After that, leading politicians will be on the road until election day on 27 September.
Chancellor Helmut Kohl has five weeks to overturn the feeling that his 16-year reign has been long enough.
In the dog days of the summer months, the Christian Democrats have clawed their way back from an eight-point deficit, now lying no more than perhaps three points in the polls behind the Social Democrats. But in personal popularity ratings, Gerhard Schroder, the Social Democrat challenger, is up to 20 points ahead of the incumbent. His campaign prom-ises to be the glitziest in the Federal Republic's history, with strong emphasis on television and soundbites.
To remain Chancellor for a fifth term, Mr Kohl needs an "absolute majority" in the Bundestag: half the total number of MPs plus one. MPs, in turn, are elected by a mixture of first-past-the-post and a proportional system.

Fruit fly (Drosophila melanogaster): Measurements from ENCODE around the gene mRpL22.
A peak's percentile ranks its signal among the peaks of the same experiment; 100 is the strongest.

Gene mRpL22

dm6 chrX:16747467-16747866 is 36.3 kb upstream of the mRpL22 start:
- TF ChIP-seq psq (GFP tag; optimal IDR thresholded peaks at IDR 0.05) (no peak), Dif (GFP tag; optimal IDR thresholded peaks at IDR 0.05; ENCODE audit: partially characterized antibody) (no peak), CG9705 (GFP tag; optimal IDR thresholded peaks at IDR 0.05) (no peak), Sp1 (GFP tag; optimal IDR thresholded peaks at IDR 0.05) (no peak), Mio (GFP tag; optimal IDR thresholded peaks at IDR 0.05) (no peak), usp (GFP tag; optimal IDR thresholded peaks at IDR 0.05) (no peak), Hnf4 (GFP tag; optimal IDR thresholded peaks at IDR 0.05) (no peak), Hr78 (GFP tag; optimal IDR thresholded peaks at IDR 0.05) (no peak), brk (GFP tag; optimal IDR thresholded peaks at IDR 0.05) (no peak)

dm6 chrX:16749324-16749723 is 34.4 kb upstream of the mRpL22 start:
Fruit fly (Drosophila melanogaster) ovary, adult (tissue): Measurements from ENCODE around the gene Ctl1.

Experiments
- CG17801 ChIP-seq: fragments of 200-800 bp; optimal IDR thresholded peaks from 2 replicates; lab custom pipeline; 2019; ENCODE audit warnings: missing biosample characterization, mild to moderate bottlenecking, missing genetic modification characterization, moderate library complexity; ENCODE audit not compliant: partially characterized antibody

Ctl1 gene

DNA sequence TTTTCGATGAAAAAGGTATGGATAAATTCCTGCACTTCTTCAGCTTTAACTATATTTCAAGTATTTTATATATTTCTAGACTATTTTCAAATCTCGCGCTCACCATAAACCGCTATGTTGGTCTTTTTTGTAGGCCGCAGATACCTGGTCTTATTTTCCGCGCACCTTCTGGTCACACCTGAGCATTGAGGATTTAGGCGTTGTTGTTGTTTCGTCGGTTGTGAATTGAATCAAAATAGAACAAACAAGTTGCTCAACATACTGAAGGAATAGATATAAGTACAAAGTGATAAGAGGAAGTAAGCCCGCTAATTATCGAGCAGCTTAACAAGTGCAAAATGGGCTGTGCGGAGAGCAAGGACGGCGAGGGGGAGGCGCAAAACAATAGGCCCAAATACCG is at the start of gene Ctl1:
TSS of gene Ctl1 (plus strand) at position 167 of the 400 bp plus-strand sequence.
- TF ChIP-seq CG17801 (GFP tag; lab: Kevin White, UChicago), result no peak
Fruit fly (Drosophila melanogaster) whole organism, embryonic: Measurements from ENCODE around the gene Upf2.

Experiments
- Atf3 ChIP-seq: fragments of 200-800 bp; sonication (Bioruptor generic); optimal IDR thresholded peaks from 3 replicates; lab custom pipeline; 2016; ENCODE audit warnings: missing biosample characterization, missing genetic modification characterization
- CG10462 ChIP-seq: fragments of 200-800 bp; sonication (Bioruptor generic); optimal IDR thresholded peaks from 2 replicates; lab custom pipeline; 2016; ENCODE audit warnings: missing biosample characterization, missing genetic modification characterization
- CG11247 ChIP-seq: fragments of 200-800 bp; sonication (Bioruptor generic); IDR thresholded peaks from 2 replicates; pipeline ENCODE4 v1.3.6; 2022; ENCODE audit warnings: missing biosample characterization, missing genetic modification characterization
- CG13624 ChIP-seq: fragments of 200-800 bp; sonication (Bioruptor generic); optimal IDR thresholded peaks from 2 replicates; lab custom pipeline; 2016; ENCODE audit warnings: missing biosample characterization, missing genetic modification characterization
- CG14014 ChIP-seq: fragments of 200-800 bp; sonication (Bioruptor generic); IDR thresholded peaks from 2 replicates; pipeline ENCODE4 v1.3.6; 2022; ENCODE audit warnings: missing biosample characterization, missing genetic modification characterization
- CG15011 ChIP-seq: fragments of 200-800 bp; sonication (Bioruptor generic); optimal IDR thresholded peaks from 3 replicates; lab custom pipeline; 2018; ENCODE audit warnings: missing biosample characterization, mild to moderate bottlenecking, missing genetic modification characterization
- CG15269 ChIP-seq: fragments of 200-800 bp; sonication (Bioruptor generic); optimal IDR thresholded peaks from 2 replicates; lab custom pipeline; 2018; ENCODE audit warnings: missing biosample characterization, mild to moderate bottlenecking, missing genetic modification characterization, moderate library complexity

There are 328 constituencies in Germany. Each sends one MP to the Bundestag.
The other half of the Bundestag is filled from the parties' voting lists. Germany's 60.5 million electors must tick two ballot papers: one to choose their local MP and the other to support their favoured party.
A party must obtain 5 per cent of the national vote to qualify for its share. This is the route taken by the Greens and the Free Democrats, who are not strong enough to win a single constituency.
Alternatively, a party that wins three constituencies but falls below the 5 per cent threshold nationwide also gets its proportional share.